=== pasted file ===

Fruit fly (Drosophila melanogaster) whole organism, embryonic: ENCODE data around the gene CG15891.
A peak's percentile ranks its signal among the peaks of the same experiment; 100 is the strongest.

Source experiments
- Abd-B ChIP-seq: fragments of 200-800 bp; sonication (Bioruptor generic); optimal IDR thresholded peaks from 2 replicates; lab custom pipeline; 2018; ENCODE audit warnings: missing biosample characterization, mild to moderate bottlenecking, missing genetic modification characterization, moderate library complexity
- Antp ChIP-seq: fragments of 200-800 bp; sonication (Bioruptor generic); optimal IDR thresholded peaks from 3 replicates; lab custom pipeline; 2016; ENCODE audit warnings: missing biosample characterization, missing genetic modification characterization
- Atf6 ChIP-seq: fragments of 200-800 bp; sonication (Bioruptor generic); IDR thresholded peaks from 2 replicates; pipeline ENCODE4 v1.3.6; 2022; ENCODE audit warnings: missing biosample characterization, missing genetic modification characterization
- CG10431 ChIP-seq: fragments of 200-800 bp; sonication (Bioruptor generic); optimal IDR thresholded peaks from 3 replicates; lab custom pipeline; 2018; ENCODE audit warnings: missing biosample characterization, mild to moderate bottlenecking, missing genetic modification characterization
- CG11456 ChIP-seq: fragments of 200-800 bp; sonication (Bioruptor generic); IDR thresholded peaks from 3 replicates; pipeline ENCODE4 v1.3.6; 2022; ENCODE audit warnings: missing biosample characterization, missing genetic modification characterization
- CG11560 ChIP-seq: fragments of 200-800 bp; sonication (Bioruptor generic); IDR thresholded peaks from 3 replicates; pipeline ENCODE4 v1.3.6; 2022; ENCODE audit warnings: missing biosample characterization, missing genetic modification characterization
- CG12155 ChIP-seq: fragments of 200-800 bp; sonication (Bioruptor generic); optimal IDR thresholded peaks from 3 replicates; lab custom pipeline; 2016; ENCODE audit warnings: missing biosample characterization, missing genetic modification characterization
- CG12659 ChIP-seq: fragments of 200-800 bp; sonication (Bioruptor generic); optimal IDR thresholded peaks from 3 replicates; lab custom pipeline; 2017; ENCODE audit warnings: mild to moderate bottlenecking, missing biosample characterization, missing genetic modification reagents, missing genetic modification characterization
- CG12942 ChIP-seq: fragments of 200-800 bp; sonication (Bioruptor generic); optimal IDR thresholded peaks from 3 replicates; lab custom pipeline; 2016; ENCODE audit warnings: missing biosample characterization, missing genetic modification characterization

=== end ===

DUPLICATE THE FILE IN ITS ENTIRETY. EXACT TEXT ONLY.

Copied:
Fruit fly (Drosophila melanogaster) whole organism, embryonic: ENCODE data around the gene CG15891.
A peak's percentile ranks its signal among the peaks of the same experiment; 100 is the strongest.

Source experiments
- Abd-B ChIP-seq: fragments of 200-800 bp; sonication (Bioruptor generic); optimal IDR thresholded peaks from 2 replicates; lab custom pipeline; 2018; ENCODE audit warnings: missing biosample characterization, mild to moderate bottlenecking, missing genetic modification characterization, moderate library complexity
- Antp ChIP-seq: fragments of 200-800 bp; sonication (Bioruptor generic); optimal IDR thresholded peaks from 3 replicates; lab custom pipeline; 2016; ENCODE audit warnings: missing biosample characterization, missing genetic modification characterization
- Atf6 ChIP-seq: fragments of 200-800 bp; sonication (Bioruptor generic); IDR thresholded peaks from 2 replicates; pipeline ENCODE4 v1.3.6; 2022; ENCODE audit warnings: missing biosample characterization, missing genetic modification characterization
- CG10431 ChIP-seq: fragments of 200-800 bp; sonication (Bioruptor generic); optimal IDR thresholded peaks from 3 replicates; lab custom pipeline; 2018; ENCODE audit warnings: missing biosample characterization, mild to moderate bottlenecking, missing genetic modification characterization
- CG11456 ChIP-seq: fragments of 200-800 bp; sonication (Bioruptor generic); IDR thresholded peaks from 3 replicates; pipeline ENCODE4 v1.3.6; 2022; ENCODE audit warnings: missing biosample characterization, missing genetic modification characterization
- CG11560 ChIP-seq: fragments of 200-800 bp; sonication (Bioruptor generic); IDR thresholded peaks from 3 replicates; pipeline ENCODE4 v1.3.6; 2022; ENCODE audit warnings: missing biosample characterization, missing genetic modification characterization
- CG12155 ChIP-seq: fragments of 200-800 bp; sonication (Bioruptor generic); optimal IDR thresholded peaks from 3 replicates; lab custom pipeline; 2016; ENCODE audit warnings: missing biosample characterization, missing genetic modification characterization
- CG12659 ChIP-seq: fragments of 200-800 bp; sonication (Bioruptor generic); optimal IDR thresholded peaks from 3 replicates; lab custom pipeline; 2017; ENCODE audit warnings: mild to moderate bottlenecking, missing biosample characterization, missing genetic modification reagents, missing genetic modification characterization
- CG12942 ChIP-seq: fragments of 200-800 bp; sonication (Bioruptor generic); optimal IDR thresholded peaks from 3 replicates; lab custom pipeline; 2016; ENCODE audit warnings: missing biosample characterization, missing genetic modification characterization